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Juno Plus Podcast 33: Kevin Reynolds

“Techno is jazz.” Juno Plus Podcast 33 is a storming live set from Detroit-based producer Kevin Reynolds.

Reynolds swooped onto our radar last year with the crunching machine soul of his Liaisons EP, released on the fledgling Nsyde imprint and a high ranker in our Best Tracks Of 2011 list. The effusive tones adopted for that feature remain true today, with the twelve inch a mainstay in our respective record boxes. Wanting to know more about this obviously talented producer, we were naturally delighted when Reynolds accepted the offer to join our podcast series, more so when he revealed a preference for recording a live set instead of a mere mix.

In addition to treating us to a live set that ebbs and flows its way through filtered house, funk and disco, Reynolds engaged us with a series of answers drenched in illuminating detail, revealing this year to be filled with exciting material from him on labels as excellent as Future Times, L.I.E.S., Boe, Creme and more, as well as shedding some light on life in Detroit, that most fabled but troubled musical city, in 2012.

Thank you for recording this set for us – can you tell us a bit about some of the equipment and material used over the course of its duration?

I recently changed from using a strictly analog setup to using Ableton Live. I used to use an Ensuing EPS-16+, then a MPC, then a Yamaha RS7000. I was touring in Holland seven years ago and I had my gear strapped to my chest and back looking like some dude from Special Operations, and I looked down at my $2700 Mac and say “what the hell is this for, checking (back then) Myspace?” After that I purchased Ableton. It sat on my computer for years. Then back in 2011 I decided I needed to switch over for many reasons, the main was power supply issues. I played in London back in 2008 and my TR-808 caused the power converter to fail. I didn’t want that to happen again. I had a conversation with Brendan Gillen and he convinced me to get an APC40. “It;s like using analog shit” – sold. Then the Maschine came out; I pretty much compose all my music in Maschine and then dump it into Ableton. I also love Arturia, that shit sounds so real. And all the U-he stuff is straight.

How are things in Detroit these days?

Sometimes, when you are in Detroit you forget that people outside the city actually care what you are doing. Detroit is going through a hard time – more than usual – as the state is taking over our city in a dictator-like fashion. Now, more than ever my music reflects the hardship we are dealing with. My democratic vote is worthless and I’m frustrated, so forgive me if my music comes at the people in a harsh way but that is just my environment coming through. I live in a city where I pay ridiculous taxes on par with the richest suburb, yet I receive nothing in return. I call 911 and the police show up seven hours later. But on the other hand, we are a resilient people here and have nothing but hope and love on our minds. There is a full on farm behind my house with turkeys, chickens and ducks. Things will pan out in the end. People tend to believe that we are a hyper post-capitalism society. We already spent through industrialism in the 1980s and now, some say Detroit is once again the model for the future.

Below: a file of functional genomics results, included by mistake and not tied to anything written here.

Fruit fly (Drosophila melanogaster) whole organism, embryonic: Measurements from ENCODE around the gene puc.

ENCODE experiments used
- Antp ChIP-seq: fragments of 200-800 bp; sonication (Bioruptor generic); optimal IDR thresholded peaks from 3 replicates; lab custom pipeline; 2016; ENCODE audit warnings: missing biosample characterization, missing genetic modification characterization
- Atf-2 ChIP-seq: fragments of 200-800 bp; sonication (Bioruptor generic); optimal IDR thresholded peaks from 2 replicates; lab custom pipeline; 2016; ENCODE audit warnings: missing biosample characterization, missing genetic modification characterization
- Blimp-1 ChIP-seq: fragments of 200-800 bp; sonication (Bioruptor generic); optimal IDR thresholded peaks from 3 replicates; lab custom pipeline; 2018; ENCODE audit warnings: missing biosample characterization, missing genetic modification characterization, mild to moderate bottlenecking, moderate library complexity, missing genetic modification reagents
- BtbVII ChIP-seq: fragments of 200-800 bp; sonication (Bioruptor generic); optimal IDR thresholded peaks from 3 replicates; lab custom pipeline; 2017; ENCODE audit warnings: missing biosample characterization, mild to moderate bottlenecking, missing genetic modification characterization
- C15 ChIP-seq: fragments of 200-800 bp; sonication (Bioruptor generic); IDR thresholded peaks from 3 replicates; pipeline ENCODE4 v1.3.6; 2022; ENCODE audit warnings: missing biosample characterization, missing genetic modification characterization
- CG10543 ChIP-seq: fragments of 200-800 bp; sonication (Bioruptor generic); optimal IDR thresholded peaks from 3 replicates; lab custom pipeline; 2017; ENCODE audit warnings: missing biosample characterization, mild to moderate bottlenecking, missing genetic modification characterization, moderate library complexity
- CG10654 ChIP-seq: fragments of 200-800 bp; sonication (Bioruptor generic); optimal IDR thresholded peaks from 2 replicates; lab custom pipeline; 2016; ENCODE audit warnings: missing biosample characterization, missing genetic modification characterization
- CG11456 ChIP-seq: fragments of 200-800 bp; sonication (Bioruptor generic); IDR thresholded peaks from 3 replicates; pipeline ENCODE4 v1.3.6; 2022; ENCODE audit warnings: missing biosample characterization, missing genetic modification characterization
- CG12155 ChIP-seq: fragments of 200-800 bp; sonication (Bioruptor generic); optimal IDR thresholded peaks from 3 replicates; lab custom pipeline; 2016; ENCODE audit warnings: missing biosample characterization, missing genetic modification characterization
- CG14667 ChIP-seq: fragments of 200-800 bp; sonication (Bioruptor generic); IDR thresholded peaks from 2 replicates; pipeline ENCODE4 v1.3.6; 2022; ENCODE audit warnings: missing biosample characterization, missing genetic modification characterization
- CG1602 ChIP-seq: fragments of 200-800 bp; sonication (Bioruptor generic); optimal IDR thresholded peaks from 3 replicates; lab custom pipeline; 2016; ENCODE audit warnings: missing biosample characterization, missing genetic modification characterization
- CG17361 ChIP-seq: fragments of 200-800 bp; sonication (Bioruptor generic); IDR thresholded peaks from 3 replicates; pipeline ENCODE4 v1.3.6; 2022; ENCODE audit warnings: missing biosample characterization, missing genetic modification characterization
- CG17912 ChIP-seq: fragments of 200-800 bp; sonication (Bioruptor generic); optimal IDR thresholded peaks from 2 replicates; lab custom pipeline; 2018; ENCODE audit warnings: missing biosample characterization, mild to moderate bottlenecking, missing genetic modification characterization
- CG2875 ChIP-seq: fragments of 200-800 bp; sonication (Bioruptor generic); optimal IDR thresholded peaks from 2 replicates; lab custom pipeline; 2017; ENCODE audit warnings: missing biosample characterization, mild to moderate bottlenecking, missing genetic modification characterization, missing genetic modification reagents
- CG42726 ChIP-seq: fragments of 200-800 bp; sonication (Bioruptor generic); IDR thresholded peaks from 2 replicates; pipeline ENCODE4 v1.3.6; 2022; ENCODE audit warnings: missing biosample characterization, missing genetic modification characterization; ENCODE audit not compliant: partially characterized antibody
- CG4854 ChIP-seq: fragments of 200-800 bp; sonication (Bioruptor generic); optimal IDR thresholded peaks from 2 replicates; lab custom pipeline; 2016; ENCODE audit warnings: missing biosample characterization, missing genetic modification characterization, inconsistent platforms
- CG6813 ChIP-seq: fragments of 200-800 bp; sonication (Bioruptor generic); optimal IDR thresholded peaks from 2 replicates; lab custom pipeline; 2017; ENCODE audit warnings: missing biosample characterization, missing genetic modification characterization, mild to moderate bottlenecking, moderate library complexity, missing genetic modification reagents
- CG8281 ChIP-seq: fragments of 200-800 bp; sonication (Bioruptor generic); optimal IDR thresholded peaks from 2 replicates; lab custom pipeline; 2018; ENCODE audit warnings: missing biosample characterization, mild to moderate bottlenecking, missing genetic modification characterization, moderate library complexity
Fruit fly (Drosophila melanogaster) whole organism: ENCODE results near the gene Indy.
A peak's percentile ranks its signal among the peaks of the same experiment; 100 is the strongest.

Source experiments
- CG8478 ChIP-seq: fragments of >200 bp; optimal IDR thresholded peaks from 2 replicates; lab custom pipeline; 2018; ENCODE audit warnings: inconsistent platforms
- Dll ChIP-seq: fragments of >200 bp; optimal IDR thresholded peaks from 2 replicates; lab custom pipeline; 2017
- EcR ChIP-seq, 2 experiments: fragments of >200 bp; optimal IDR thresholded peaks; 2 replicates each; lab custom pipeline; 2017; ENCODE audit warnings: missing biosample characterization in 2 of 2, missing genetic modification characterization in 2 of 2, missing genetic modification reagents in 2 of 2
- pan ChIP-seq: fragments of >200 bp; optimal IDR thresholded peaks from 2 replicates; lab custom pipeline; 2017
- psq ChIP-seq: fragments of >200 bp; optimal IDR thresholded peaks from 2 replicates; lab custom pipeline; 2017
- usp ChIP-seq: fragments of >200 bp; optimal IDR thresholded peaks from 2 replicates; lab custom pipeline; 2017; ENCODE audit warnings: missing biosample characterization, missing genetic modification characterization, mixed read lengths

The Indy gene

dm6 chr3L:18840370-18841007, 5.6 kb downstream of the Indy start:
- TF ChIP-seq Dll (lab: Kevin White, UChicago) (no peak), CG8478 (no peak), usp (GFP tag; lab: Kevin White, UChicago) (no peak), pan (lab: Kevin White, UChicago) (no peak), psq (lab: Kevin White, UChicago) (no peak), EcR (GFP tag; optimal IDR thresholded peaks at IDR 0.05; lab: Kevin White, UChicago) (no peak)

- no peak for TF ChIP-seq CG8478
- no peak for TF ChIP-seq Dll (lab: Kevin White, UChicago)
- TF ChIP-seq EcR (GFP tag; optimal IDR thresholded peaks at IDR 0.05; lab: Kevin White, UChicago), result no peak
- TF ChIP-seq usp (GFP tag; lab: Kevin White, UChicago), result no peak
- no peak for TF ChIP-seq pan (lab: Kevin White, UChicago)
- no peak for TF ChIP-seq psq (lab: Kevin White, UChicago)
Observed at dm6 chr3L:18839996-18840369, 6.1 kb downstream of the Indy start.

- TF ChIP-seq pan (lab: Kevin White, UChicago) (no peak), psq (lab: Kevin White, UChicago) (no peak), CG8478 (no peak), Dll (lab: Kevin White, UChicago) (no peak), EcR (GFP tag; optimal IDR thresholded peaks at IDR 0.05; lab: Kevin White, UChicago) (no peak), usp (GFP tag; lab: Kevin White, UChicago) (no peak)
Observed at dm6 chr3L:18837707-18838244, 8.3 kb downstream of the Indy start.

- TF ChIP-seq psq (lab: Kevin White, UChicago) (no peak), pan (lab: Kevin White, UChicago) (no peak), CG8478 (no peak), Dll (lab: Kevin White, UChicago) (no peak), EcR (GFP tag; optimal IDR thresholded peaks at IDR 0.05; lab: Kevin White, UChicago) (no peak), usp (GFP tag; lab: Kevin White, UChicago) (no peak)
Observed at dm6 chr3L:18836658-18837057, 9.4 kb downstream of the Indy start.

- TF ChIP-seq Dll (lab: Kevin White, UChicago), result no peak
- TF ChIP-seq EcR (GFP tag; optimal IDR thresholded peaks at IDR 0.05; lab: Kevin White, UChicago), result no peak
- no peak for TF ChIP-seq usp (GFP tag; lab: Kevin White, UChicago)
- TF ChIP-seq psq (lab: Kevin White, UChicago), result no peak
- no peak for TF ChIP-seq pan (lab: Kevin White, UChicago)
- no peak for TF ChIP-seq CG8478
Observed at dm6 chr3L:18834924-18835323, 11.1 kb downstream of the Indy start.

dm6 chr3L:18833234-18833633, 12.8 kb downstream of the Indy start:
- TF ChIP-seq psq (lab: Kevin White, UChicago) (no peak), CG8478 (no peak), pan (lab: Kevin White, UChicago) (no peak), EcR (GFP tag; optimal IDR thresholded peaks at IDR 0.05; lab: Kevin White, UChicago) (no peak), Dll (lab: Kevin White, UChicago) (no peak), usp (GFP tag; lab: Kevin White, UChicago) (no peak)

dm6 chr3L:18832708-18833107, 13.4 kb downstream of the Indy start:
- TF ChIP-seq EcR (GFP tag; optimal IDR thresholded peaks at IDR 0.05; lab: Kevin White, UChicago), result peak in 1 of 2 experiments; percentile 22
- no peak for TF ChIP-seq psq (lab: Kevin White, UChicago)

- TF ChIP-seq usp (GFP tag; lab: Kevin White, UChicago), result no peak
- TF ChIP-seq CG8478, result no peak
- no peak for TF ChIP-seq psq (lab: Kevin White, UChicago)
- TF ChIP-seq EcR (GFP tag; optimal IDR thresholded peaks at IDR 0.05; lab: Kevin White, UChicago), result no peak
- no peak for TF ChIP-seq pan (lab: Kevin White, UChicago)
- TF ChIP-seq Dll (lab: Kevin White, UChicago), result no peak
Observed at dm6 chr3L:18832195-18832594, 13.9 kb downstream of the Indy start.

Let’s discuss what convinced us to get in touch with you, last year’s Favis reissue on your own label and the Liaisons 12” on Nsyde, which was your first new material to surface in several years. What made you decide to return to the art of releasing music and what had you been up to in the interim?

I make music every day. What did KDJ say? “I go home and fuck that MPC all night long.” Words to live by. Richard Zepenzauer of Nsyde was extremely influential in getting this music out of me. He kept on coaching me about the tracks, to a point of he was driving me crazy, in a good German way. He would ask for so and so changes and I was like, “what is he talking about?” It got so bad at one point that I lied and said I made changes when I didn’t just to see if he was paying attention. Never do that to a German! He totally called my bluff. I love Richard for that, his patience is incredible. When I was younger I used to make music and beats and then at the end of the day I would simply turn off my Ensoniq in a Buddhist type Samsara thing. Didn’t save anything. It taught me how to compose on the spot. I am my hardest critic. I think all my music sucks until I have that magic moment in the club where it just makes sense. Detroit is a practice ground, people will say you suck to your face and I love that. I did a lot of work in the interim, a lot of listening. I mean I had guys like Gilles Peterson telling me he liked my music; that alone blew my mind. I feel blessed that I had the unique opportunity to have Osunlade guide me. He has taught me to stop being so technical and focus on the feeling at the end. Derrick May taught me to not listen to the rules, in fact run against them. So between them I feel like I’m reaching somewhere special.

We should add we are very glad you did, as “Liaisons” is an amazing track, the way the harsh textures sit with the chords is enchanting, were you surprised at the response it has garnered?